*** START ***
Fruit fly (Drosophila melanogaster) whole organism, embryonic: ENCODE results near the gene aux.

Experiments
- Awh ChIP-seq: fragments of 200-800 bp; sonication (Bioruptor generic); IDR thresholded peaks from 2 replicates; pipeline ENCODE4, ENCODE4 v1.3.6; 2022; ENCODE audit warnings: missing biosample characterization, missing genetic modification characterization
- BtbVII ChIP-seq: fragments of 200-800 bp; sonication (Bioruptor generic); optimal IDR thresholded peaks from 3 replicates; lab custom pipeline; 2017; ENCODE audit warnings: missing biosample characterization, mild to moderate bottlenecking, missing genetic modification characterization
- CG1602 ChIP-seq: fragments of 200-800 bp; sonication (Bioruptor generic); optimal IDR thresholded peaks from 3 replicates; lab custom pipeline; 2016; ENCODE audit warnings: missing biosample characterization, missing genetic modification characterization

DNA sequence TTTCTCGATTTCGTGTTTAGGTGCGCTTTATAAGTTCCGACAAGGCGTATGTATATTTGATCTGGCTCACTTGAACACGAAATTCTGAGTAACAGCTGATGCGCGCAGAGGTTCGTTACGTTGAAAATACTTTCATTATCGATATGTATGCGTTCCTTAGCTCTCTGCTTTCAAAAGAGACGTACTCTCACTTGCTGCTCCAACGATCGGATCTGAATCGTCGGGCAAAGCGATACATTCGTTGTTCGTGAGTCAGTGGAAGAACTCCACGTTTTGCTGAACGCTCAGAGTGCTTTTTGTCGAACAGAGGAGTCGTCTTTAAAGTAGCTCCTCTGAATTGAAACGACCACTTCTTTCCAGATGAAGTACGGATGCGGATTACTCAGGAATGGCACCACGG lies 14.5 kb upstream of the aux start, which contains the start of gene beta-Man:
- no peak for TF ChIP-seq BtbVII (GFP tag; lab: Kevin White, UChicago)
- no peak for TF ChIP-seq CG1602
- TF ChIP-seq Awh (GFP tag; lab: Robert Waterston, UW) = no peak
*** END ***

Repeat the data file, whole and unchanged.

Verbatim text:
Fruit fly (Drosophila melanogaster) whole organism, embryonic: ENCODE results near the gene aux.

Experiments
- Awh ChIP-seq: fragments of 200-800 bp; sonication (Bioruptor generic); IDR thresholded peaks from 2 replicates; pipeline ENCODE4, ENCODE4 v1.3.6; 2022; ENCODE audit warnings: missing biosample characterization, missing genetic modification characterization
- BtbVII ChIP-seq: fragments of 200-800 bp; sonication (Bioruptor generic); optimal IDR thresholded peaks from 3 replicates; lab custom pipeline; 2017; ENCODE audit warnings: missing biosample characterization, mild to moderate bottlenecking, missing genetic modification characterization
- CG1602 ChIP-seq: fragments of 200-800 bp; sonication (Bioruptor generic); optimal IDR thresholded peaks from 3 replicates; lab custom pipeline; 2016; ENCODE audit warnings: missing biosample characterization, missing genetic modification characterization

DNA sequence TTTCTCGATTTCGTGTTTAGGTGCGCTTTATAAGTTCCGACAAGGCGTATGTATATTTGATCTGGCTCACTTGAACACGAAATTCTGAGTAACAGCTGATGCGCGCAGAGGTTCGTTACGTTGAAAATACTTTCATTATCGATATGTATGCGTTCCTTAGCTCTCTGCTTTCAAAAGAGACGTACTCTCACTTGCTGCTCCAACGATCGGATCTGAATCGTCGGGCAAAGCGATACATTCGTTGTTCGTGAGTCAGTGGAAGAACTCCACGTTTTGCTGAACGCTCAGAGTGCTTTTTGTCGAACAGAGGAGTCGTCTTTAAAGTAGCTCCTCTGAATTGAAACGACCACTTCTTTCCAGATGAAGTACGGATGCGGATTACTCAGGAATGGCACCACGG lies 14.5 kb upstream of the aux start, which contains the start of gene beta-Man:
- no peak for TF ChIP-seq BtbVII (GFP tag; lab: Kevin White, UChicago)
- no peak for TF ChIP-seq CG1602
- TF ChIP-seq Awh (GFP tag; lab: Robert Waterston, UW) = no peak